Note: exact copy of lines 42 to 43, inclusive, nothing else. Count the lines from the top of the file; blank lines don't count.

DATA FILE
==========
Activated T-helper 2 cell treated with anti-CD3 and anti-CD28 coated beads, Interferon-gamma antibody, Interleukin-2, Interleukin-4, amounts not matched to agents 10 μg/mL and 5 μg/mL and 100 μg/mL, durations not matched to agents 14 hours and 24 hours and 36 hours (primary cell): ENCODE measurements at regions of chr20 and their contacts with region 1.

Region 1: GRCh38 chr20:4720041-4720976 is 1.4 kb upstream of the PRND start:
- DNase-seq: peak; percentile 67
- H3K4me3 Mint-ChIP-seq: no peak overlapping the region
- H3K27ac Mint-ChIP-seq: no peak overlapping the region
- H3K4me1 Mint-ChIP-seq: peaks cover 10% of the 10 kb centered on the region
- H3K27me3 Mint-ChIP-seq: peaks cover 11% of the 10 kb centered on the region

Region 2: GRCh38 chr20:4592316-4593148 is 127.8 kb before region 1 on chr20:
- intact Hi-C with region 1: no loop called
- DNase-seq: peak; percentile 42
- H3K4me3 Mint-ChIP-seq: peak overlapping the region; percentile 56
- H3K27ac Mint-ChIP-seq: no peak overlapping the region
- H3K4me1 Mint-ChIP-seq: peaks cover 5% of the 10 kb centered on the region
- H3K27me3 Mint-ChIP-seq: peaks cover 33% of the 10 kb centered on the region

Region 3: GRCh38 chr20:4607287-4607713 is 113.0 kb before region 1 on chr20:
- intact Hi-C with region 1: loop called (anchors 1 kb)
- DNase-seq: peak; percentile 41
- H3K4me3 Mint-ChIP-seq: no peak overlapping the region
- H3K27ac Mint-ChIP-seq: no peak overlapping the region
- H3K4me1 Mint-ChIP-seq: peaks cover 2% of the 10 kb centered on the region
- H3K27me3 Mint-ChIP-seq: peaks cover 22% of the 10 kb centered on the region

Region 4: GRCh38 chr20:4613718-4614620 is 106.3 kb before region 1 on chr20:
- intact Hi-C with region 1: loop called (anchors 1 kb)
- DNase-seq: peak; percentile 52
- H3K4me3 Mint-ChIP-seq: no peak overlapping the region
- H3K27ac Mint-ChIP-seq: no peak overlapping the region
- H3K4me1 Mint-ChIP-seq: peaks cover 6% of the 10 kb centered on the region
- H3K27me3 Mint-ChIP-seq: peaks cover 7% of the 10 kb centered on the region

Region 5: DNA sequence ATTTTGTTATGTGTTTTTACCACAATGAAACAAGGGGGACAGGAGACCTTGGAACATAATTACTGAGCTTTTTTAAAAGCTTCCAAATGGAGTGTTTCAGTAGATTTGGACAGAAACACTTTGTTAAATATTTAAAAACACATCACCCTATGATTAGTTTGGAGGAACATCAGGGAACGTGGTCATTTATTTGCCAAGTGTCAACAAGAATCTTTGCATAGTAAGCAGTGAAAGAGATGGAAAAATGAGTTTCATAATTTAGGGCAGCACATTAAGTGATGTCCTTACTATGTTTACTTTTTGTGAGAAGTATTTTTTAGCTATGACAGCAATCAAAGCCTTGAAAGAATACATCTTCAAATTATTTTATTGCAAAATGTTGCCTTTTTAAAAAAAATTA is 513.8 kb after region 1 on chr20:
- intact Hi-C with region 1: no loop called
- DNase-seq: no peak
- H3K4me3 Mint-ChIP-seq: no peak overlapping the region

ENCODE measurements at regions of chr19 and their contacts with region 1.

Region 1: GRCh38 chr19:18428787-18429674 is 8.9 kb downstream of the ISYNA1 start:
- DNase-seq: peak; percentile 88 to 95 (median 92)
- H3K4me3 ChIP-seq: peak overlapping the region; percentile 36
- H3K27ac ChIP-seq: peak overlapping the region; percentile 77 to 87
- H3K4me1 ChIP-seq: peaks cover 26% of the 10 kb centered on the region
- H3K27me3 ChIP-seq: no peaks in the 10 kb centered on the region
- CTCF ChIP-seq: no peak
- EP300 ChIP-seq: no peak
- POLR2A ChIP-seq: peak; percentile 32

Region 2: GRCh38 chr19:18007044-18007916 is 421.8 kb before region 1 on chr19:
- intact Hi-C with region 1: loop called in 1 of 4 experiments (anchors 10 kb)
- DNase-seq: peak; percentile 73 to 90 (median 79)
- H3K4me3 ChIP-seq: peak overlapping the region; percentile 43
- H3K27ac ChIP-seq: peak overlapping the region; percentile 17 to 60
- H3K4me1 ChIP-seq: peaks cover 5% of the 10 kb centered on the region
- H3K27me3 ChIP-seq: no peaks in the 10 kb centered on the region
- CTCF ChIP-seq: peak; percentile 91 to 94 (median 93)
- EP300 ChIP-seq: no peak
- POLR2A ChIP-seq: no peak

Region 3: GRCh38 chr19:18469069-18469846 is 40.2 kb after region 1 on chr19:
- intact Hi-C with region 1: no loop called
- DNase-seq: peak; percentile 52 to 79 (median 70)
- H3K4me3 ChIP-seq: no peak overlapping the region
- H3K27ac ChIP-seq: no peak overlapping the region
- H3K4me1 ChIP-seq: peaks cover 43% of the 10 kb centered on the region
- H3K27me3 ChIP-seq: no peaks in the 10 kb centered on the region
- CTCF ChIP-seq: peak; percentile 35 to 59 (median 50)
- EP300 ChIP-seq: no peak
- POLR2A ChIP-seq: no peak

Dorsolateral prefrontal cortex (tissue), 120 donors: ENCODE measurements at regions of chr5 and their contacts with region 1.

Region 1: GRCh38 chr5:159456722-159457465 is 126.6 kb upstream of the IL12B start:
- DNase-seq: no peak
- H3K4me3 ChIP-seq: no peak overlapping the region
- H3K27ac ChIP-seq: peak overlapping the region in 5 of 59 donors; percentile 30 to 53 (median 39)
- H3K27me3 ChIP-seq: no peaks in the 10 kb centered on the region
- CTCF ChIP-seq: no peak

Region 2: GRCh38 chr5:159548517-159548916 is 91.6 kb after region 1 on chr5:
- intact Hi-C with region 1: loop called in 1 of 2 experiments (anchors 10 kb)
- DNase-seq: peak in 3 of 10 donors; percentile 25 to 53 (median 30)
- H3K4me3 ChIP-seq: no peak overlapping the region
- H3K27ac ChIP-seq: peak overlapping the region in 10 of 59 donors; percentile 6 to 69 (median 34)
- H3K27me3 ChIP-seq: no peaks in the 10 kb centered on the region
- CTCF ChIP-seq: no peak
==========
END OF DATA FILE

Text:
- POLR2A ChIP-seq: peak; percentile 32

Region 2: GRCh38 chr19:18007044-18007916 is 421.8 kb before region 1 on chr19: